Electricity and Entertainment

Posted on 10 November 2012


The massive power outages caused by Hurricane Sandy, or “Frankenstorm” as it has been dubbed due to its proximity to Halloween, has many in New Jersey considering – perhaps, for the first time – what life would be like without electric power.  Electricity provides mobility, connectivity, and creature comforts unimagined by most just two or three centuries ago.  And, its imprint is not just upon daily living but also the field of entertainment.


Without electricity, entertainment as we know it today would be impossible.  Theatrical productions of today, many with special effects one might expect of a Hollywood blockbuster, bear little resemblance to those in centuries past.  And, of course, cinema and television depend upon electric power for both transmission and viewing.  The symbiotic effect of modern life and electric power, however, has pervaded the thoughts of creatives in the film, television, and print industries for decades and beyond.


At one point in history, electricity was theorized to be the life force.  It was the reanimation of the dead by electric power that was at the core of Mary Shelley’s Frankenstein and the many film adaptations of her novel.


For sheer terror, however, consider the impact of darkness on the human psyche.  Biblically speaking, darkness has been viewed as being in opposition to light and symbolizes the eternal conflict between evil and good.  In darkness, evil men perpetrate nefarious schemes.  As children, we fear the dark – a fear that appears to have been ingrained in mankind from his earliest days on earth.


Hollywood has based some of its most frightening films on fear of darkness.  In the 1965 film I Saw What You Did and its subsequent remake, a prank turns potentially deadly for teen girls who find themselves home alone in an isolated, dark setting.   And, who can forget a masked Michael Myers in Halloween or hockey-masked Jason in Friday the 13th – each seemingly always lying in wait for his prey in the dark.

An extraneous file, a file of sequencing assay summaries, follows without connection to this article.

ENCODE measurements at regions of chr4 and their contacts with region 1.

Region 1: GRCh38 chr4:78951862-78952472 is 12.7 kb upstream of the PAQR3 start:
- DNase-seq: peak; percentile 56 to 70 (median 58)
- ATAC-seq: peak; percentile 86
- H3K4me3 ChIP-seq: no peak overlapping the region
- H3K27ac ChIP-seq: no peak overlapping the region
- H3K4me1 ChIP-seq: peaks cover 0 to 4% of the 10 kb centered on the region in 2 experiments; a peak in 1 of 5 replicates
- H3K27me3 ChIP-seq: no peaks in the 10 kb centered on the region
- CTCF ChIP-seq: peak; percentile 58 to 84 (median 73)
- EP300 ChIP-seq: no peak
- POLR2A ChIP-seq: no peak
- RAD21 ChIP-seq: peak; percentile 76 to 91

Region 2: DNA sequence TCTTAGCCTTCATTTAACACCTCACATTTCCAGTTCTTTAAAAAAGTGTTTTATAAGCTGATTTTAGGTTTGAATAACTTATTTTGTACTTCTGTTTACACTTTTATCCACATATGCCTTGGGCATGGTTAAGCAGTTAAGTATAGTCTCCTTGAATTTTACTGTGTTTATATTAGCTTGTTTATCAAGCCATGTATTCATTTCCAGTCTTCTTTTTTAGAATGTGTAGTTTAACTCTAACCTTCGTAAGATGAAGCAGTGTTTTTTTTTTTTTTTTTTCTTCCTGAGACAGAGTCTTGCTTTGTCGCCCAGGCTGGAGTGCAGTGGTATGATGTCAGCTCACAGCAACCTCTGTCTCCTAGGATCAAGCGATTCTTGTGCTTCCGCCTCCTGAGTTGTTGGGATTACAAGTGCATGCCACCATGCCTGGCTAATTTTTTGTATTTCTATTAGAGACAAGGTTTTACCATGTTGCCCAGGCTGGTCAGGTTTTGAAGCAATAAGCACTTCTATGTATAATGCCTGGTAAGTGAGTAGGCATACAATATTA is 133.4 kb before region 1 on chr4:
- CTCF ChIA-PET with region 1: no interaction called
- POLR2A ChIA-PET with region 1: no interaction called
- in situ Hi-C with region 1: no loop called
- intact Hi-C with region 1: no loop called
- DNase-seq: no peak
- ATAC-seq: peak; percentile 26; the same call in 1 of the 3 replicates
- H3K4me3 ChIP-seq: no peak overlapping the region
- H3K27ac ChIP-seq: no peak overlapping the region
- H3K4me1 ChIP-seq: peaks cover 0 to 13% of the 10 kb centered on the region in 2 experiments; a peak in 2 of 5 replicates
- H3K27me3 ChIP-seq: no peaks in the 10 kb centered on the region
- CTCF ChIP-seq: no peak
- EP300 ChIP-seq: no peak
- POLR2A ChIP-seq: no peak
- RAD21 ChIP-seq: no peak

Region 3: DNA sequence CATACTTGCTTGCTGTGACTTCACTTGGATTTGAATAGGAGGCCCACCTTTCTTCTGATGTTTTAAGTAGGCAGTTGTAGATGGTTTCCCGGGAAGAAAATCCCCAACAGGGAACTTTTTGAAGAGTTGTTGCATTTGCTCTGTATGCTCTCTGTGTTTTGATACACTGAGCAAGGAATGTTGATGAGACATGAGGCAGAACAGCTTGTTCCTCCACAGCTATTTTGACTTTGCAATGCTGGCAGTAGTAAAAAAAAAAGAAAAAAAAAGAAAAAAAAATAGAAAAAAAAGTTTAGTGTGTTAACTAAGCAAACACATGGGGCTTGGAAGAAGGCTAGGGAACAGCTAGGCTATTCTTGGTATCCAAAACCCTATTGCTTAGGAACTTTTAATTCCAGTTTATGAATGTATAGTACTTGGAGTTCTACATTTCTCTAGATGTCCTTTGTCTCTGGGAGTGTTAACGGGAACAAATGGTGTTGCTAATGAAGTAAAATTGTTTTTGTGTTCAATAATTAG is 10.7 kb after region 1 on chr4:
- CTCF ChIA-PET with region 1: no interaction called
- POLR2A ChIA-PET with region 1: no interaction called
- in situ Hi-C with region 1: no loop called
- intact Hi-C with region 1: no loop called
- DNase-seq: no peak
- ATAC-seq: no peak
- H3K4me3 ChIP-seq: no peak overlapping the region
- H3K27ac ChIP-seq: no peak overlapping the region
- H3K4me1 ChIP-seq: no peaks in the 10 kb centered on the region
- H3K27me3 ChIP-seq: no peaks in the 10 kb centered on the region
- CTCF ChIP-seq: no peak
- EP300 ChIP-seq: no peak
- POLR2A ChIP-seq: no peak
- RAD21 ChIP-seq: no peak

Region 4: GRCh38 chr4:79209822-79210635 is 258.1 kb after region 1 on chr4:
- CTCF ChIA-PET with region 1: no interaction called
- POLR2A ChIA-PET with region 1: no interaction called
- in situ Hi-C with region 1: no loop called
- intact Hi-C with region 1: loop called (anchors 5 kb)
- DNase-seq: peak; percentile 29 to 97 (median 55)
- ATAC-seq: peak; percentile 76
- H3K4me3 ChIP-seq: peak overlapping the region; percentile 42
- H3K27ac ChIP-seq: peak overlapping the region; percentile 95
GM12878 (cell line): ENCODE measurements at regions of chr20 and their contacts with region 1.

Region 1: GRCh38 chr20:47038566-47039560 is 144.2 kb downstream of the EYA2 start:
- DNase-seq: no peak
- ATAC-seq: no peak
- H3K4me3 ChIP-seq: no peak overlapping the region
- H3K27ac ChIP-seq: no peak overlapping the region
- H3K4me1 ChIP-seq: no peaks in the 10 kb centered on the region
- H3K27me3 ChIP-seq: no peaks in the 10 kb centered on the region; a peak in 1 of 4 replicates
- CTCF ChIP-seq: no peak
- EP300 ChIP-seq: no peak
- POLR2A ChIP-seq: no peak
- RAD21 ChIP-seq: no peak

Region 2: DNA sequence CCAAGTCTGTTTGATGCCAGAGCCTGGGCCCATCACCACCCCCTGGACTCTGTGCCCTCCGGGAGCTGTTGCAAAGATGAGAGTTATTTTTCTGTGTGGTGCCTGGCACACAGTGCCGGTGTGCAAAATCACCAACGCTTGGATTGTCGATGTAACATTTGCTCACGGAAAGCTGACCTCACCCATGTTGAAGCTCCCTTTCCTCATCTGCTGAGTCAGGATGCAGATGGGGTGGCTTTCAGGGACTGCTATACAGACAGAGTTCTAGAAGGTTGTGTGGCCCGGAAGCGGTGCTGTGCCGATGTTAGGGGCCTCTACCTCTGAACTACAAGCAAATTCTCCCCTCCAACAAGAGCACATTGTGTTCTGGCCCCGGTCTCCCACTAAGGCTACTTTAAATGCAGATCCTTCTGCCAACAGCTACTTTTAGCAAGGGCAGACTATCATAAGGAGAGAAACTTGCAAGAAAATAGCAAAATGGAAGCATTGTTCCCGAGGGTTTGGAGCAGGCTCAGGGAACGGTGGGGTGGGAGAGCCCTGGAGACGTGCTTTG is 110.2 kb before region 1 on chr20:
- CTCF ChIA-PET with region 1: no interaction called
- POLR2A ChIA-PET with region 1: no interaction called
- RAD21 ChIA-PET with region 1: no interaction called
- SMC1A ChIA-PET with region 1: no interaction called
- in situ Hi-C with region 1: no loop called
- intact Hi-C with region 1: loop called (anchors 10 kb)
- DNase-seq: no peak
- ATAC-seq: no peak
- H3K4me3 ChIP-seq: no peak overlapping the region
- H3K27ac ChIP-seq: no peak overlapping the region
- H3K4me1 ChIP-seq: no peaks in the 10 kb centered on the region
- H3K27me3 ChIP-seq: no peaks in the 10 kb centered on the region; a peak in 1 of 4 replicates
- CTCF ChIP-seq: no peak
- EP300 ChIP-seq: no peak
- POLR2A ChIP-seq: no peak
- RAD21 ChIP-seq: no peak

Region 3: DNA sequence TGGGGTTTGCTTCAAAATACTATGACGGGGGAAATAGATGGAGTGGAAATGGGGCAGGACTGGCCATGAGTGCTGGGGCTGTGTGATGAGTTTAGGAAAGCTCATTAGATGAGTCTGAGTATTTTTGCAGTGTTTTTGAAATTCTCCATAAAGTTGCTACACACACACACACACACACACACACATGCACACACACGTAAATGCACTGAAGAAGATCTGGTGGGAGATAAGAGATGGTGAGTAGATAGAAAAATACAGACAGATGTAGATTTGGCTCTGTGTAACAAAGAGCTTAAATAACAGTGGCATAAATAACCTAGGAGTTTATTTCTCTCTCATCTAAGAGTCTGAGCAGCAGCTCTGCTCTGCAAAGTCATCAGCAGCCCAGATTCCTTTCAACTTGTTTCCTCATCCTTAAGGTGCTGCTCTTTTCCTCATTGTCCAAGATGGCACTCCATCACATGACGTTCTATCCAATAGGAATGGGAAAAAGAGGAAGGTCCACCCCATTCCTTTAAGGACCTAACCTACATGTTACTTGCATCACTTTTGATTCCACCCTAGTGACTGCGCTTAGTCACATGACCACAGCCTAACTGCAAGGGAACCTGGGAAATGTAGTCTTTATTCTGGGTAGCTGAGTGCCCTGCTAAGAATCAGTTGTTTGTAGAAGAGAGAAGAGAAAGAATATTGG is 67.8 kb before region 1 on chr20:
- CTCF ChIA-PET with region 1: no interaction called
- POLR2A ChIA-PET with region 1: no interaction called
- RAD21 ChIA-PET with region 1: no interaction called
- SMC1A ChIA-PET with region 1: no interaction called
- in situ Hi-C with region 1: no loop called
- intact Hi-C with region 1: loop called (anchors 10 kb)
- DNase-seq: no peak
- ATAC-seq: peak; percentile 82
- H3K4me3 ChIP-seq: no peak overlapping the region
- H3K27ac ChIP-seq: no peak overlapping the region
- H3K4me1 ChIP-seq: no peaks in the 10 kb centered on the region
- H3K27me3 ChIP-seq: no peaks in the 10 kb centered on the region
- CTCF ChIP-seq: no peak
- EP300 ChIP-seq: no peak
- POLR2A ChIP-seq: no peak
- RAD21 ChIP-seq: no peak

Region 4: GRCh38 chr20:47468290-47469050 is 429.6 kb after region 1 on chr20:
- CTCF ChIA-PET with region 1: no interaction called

Yet, if darkness inspires terror, the loss of power at any time of day or night is a cause of significant concern and anxiety to most people.  In one of my favorite and most influential sci-fi films of the 1950s, The Day the Earth Stood Still, a complete worldwide loss of power is employed by an alien emissary to gain the attention of a hostile world on the verge of interplanetary travel.



More recently, NBC has broadcast Revolution, a series chronicling the exploits of a small band of survivors fifteen years after a complete and seemingly permanent loss of electrical power globally.  If art is an imitation of life, then this program graphically demonstrates how quickly social order can collapse in the aftermath of a complete loss of power.  Electricity and its transmission, it appears, are the glue that hold together our modern world.  And, it seems that those in the arts realized the potential implications of its loss sooner than our supposed leaders in government and society.







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3 Responses to “Electricity and Entertainment”

  1. barbara m. says:

    Without electricity, life would almost be not worth living. I love the show Revolution and look forward to season 2.

  2. Alex Anderson says:

    Its like you read my thoughts! An excellent read. I will certainly be back.

  3. JohnTed says:

    Very well thought out piece. Electricity and entertainment go together like peanut butter and jelly.

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